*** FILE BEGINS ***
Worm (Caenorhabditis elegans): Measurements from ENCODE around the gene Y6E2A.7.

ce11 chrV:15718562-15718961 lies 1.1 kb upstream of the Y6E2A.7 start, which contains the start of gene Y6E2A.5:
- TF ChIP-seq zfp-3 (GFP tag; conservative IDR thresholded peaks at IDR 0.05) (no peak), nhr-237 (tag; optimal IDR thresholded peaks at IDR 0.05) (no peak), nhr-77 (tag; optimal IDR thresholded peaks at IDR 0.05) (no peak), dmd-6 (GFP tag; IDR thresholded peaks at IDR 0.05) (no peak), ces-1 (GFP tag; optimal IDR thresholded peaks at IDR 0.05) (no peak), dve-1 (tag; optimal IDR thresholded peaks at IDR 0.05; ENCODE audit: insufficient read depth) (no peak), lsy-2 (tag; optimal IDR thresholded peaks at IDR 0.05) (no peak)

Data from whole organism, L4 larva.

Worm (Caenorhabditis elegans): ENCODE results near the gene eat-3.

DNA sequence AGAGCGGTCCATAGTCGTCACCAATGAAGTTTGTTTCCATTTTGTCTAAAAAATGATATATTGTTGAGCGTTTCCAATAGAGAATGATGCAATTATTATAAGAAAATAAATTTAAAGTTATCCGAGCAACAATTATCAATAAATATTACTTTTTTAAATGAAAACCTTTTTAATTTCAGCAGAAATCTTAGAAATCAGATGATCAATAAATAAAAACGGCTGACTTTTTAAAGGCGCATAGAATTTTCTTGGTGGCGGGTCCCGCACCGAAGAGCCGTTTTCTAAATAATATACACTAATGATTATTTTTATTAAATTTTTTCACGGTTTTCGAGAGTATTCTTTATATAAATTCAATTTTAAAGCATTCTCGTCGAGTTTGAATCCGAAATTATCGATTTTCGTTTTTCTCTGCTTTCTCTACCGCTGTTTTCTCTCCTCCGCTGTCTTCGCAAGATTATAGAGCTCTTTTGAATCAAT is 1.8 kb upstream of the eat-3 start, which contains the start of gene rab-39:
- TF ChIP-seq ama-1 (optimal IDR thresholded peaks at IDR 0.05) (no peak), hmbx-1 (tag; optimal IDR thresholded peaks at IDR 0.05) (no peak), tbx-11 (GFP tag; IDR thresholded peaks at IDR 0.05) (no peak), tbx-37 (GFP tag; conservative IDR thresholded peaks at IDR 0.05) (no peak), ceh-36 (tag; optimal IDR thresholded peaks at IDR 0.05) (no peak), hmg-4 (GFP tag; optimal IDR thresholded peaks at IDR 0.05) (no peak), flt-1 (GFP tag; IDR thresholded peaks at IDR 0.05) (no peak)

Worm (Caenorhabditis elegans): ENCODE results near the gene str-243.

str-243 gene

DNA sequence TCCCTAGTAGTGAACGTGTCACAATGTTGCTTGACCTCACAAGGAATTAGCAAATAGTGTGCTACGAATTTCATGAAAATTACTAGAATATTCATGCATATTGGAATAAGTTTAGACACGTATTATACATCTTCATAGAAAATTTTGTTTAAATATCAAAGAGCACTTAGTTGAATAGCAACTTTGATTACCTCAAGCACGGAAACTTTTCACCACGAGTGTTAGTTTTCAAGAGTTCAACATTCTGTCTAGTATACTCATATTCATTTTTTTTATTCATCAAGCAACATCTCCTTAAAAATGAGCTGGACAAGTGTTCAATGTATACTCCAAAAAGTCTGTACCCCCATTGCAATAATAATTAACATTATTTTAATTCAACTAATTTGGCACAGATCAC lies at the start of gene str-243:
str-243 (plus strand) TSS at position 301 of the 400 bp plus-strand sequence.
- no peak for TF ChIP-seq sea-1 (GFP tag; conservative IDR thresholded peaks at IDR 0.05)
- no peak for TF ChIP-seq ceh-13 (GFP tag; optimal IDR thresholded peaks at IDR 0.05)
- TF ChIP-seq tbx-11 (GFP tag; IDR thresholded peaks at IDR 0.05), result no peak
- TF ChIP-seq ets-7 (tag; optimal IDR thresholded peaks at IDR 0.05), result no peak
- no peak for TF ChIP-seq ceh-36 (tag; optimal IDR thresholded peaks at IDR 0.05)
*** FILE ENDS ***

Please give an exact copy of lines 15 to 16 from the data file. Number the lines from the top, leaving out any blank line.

- TF ChIP-seq ets-7 (tag; optimal IDR thresholded peaks at IDR 0.05), result no peak
- no peak for TF ChIP-seq ceh-36 (tag; optimal IDR thresholded peaks at IDR 0.05)